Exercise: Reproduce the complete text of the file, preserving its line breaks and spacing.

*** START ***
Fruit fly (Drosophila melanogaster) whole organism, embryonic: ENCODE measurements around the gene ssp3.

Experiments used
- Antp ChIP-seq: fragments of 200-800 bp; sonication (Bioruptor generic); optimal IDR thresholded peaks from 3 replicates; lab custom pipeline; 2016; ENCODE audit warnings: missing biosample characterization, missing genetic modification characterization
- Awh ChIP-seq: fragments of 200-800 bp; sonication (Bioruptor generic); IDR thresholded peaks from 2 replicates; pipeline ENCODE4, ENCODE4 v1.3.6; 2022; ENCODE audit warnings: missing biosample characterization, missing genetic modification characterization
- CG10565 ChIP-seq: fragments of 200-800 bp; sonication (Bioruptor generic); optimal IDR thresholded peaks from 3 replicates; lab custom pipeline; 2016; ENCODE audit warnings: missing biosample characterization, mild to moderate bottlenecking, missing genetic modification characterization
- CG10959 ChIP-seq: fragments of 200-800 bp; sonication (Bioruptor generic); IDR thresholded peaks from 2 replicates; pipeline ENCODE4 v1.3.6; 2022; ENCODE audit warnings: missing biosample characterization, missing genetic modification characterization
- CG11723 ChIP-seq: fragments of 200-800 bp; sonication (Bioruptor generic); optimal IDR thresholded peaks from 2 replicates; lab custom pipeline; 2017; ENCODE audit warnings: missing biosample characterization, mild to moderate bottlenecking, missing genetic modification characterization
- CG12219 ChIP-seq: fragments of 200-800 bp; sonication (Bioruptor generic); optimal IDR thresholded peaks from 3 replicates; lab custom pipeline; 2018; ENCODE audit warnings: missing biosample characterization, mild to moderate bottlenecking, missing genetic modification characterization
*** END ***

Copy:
Fruit fly (Drosophila melanogaster) whole organism, embryonic: ENCODE measurements around the gene ssp3.

Experiments used
- Antp ChIP-seq: fragments of 200-800 bp; sonication (Bioruptor generic); optimal IDR thresholded peaks from 3 replicates; lab custom pipeline; 2016; ENCODE audit warnings: missing biosample characterization, missing genetic modification characterization
- Awh ChIP-seq: fragments of 200-800 bp; sonication (Bioruptor generic); IDR thresholded peaks from 2 replicates; pipeline ENCODE4, ENCODE4 v1.3.6; 2022; ENCODE audit warnings: missing biosample characterization, missing genetic modification characterization
- CG10565 ChIP-seq: fragments of 200-800 bp; sonication (Bioruptor generic); optimal IDR thresholded peaks from 3 replicates; lab custom pipeline; 2016; ENCODE audit warnings: missing biosample characterization, mild to moderate bottlenecking, missing genetic modification characterization
- CG10959 ChIP-seq: fragments of 200-800 bp; sonication (Bioruptor generic); IDR thresholded peaks from 2 replicates; pipeline ENCODE4 v1.3.6; 2022; ENCODE audit warnings: missing biosample characterization, missing genetic modification characterization
- CG11723 ChIP-seq: fragments of 200-800 bp; sonication (Bioruptor generic); optimal IDR thresholded peaks from 2 replicates; lab custom pipeline; 2017; ENCODE audit warnings: missing biosample characterization, mild to moderate bottlenecking, missing genetic modification characterization
- CG12219 ChIP-seq: fragments of 200-800 bp; sonication (Bioruptor generic); optimal IDR thresholded peaks from 3 replicates; lab custom pipeline; 2018; ENCODE audit warnings: missing biosample characterization, mild to moderate bottlenecking, missing genetic modification characterization